“He wouldn’t say much, but you could see it,” Lat said. “You’d get that look, and you’d end up going harder than you ever did before.”
At 14, Lat left the house to play primary school basketball in Adelaide. At 19, he moved to the United States to attend TCU. Then Chipola (Fla.) College one year later. Then Nebraska the year after that.
Lat called family when he could, but they lived on opposite schedules. Check-in texts decreased after awhile, too.
“My whole life I’ve been moving,” Lat said. “It kind of just got to the point where I’m here now. Me not being around, it’s almost like it’s normal for them.”
That doesn’t mean they don’t miss him. At full strength, Aciek considers the Mayens “one of the great families.” If left under one roof, they’ll stay up all night talking, laughing and forgetting to take family photos. Too busy having fun.
But as the siblings mature, “we barely get that,” Aciek said.
Everyone’s married now. Most of the siblings have kids. And of course, Lat has been stuck in America.
Last year, he called Aciek feeling homesick. He’d been too far away from the laughter for too long. He wanted to visit.
Aciek couldn’t help. But he could remind Lat why he left in the first place.
“You have suffered for a very long time pursuing your dream,” Aciek said. “So please stick to it and stay positive. Whatever is happening right now is temporary.”
'Home is not a building'
Nebraska assistant Matt Abdelmassih doesn’t care whether the Huskers drop their turkey in a take-home box or sleep on his couch. He only cares that they know they’re welcome.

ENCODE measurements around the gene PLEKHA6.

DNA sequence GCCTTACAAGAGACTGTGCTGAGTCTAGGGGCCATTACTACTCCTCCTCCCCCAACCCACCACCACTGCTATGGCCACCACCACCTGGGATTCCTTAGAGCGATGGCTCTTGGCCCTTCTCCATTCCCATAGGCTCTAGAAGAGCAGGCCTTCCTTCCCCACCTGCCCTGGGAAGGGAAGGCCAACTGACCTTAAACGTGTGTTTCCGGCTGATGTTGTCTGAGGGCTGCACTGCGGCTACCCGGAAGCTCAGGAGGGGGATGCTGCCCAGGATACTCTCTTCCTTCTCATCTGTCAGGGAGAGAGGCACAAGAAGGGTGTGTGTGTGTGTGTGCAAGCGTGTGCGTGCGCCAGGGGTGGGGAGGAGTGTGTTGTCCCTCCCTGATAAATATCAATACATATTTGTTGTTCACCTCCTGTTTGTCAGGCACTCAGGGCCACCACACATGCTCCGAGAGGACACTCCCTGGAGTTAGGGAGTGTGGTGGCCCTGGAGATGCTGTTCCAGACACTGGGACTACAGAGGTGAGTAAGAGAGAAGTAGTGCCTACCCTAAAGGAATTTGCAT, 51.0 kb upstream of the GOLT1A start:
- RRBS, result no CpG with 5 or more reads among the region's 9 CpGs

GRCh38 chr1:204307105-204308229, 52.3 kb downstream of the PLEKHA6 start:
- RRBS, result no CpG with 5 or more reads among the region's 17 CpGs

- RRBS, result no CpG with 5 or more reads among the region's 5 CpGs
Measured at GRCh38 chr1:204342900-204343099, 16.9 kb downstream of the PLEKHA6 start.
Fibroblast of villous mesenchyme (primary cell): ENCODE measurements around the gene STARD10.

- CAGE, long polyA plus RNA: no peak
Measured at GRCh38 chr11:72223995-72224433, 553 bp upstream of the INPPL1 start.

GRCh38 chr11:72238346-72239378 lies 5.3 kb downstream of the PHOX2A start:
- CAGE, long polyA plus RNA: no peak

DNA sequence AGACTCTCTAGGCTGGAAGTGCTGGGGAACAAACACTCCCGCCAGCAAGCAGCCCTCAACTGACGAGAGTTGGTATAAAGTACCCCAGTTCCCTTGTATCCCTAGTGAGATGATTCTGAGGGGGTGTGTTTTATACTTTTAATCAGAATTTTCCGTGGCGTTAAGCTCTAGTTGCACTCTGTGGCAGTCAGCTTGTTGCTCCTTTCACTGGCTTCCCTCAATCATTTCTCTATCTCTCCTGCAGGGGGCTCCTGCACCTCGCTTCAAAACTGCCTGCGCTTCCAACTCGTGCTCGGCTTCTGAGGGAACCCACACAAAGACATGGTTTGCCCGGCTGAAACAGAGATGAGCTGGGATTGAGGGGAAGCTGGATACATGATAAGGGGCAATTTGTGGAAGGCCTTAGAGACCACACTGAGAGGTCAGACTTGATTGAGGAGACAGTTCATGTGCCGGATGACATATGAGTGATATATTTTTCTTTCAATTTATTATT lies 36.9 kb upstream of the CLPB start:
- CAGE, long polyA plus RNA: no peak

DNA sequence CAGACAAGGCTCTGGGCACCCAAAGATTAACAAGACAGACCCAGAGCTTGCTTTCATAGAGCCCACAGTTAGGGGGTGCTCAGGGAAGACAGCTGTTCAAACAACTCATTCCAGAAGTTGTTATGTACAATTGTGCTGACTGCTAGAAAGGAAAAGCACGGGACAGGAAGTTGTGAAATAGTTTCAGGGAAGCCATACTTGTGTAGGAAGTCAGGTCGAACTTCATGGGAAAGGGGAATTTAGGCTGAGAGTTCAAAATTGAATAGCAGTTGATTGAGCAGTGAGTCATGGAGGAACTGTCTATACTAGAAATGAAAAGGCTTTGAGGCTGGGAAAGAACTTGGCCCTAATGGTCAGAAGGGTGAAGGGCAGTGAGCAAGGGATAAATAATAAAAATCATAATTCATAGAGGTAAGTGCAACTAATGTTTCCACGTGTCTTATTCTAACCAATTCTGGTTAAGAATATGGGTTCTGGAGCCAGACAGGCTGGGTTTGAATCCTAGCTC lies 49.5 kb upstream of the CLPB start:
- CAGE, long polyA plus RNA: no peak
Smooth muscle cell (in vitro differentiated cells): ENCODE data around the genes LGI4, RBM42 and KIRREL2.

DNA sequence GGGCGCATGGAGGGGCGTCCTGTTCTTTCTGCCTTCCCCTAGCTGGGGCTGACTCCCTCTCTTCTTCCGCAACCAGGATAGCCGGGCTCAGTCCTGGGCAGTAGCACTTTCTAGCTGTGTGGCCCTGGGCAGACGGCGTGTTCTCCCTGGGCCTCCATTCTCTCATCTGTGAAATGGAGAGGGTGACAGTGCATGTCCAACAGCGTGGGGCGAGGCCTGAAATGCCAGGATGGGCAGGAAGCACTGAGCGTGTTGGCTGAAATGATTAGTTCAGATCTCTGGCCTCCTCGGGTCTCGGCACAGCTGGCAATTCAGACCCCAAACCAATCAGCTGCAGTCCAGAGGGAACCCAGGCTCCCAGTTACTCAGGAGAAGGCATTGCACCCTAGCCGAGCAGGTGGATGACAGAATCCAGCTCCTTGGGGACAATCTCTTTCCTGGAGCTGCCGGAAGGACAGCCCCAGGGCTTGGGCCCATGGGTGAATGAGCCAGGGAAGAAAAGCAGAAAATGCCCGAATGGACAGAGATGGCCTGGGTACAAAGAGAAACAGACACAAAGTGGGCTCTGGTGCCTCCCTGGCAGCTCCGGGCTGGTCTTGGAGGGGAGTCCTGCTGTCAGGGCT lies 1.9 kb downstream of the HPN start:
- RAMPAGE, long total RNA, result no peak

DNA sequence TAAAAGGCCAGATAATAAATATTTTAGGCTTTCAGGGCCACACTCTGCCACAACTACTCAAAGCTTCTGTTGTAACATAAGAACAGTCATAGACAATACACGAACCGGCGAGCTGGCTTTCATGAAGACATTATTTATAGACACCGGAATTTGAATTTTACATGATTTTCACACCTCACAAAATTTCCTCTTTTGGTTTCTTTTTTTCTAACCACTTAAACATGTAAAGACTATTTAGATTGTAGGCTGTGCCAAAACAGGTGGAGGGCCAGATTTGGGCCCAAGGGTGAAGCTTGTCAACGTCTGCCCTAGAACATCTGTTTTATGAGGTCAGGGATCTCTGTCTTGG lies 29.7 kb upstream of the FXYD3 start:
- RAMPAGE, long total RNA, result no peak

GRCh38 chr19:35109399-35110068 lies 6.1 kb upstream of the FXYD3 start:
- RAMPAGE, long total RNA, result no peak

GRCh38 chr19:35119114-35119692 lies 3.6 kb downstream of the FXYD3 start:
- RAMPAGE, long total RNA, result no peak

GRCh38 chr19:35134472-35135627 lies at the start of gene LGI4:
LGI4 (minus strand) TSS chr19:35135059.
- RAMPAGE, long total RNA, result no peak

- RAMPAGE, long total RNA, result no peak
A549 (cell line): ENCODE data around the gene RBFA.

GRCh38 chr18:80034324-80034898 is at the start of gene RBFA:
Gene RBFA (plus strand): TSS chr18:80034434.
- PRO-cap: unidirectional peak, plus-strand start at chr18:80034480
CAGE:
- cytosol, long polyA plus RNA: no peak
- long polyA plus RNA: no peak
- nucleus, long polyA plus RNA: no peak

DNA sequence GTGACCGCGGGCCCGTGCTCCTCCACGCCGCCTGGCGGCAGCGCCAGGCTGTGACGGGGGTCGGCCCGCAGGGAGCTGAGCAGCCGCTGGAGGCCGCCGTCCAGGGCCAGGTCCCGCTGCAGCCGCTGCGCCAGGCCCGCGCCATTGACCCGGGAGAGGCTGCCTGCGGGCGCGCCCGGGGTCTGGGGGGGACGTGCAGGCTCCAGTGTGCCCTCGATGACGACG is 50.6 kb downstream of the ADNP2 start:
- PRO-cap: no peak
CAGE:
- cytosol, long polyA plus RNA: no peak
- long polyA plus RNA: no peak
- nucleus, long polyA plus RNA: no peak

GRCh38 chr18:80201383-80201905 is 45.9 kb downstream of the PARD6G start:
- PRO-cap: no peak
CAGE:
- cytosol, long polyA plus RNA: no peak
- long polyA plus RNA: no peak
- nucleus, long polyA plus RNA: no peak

Come Thursday, Abdelmassih will host Nebraska’s roster for Thanksgiving. He’s always invited players to his home, but the invitations have never mattered more than they have the past 19 months. If the Huskers can’t spend the holiday with their relatives, he figures, they should at least spend it with people they enjoy.
“Does it replace the family? No,” Abdelmassih said. “But it certainly makes it better having people around that you love and appreciate.”
In Virgilio, Abdelmassih sees both.
After working together at St. John’s and Nebraska, Abdelmassih considers Luca and Caterina his family. That’s why he invited them over last Christmas Eve eight days after his son, Chance, was born. Abdelmassih’s wife, Kelly, cooked Italian food. Luca brought the Abdelmassihs’ oldest son, Shea, a Juventus jersey — No. 1 for the first born — with his first name on the back.
In players like Andre and Mayen, Abdelmassih sees his mission. He’s always strived to build rosters into families, which is why he invites players to play with his children and why Fred Hoiberg hosts players for dinner.
“When they're in your house, and they can feel comfortable and be themselves, I think that's when you really start seeing things take off,” Abdelmassih said.
The Huskers need more than chemistry to reach their goals, but their family focus has maintained morale during the pandemic.
Andre said teammates like Trevor Lakes, Chris McGraw, Trey McGowens and Mayen helped him feel less secluded during last season. Mayen said the support he feels in Lincoln fueled him through lonely moments. And Virgilio considers the Huskers his “family away from family.”
Virgilio’s real family won’t stay away much longer. America reopened its borders Nov. 8, and Virgilio’s parents hope to visit in December.
“I will have a smiling face all day,” his mother said, pointing to her dimples.
Aciek Mayen and Elisa Andre won’t be far behind. Elisa wants to see Eduardo play Kansas State, her alma mater, on Dec. 19. Aciek plans to hug his brother again soon.
“He’s our little baby,” Aciek said. “We miss him.”
Lat misses them, too. He plans to visit his laughing, chatting relatives as soon as he can. But until then, he’s comfortable surrounded by the people who have welcomed him into a different family. In a different home.
He’d miss them, too, if he left.
“Home is not a building,” Mayen said. “It’s not where you’re born or where you’re raised. It’s where you feel comfortable. It’s what surrounds you. I’ve got my teammates around me, my coaches, everyone here in Lincoln. That’s home.”